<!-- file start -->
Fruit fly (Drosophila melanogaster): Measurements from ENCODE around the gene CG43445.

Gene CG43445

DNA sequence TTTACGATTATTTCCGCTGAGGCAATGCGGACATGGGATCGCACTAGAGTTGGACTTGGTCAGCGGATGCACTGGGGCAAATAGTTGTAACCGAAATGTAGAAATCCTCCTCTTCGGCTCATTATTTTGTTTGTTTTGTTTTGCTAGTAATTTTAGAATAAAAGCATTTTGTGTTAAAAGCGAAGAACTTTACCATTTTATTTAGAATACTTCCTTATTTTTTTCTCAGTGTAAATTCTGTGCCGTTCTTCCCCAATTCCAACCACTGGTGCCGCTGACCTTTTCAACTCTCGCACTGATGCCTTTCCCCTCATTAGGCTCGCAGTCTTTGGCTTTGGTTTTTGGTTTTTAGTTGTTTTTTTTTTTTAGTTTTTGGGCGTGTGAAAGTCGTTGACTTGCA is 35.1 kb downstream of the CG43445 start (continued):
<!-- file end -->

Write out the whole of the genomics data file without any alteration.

Fruit fly (Drosophila melanogaster): Measurements from ENCODE around the gene CG43445.

Gene CG43445

DNA sequence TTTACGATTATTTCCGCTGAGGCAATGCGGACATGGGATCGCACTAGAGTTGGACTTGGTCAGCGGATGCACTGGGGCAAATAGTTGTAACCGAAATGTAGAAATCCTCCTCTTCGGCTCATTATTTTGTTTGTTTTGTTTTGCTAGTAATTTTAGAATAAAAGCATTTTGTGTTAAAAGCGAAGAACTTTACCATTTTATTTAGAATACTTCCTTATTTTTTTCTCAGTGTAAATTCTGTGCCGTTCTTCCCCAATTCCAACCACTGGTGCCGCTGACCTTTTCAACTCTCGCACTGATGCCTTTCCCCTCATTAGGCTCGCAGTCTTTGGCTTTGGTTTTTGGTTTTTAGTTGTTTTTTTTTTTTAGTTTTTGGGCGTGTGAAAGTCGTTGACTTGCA is 35.1 kb downstream of the CG43445 start (continued):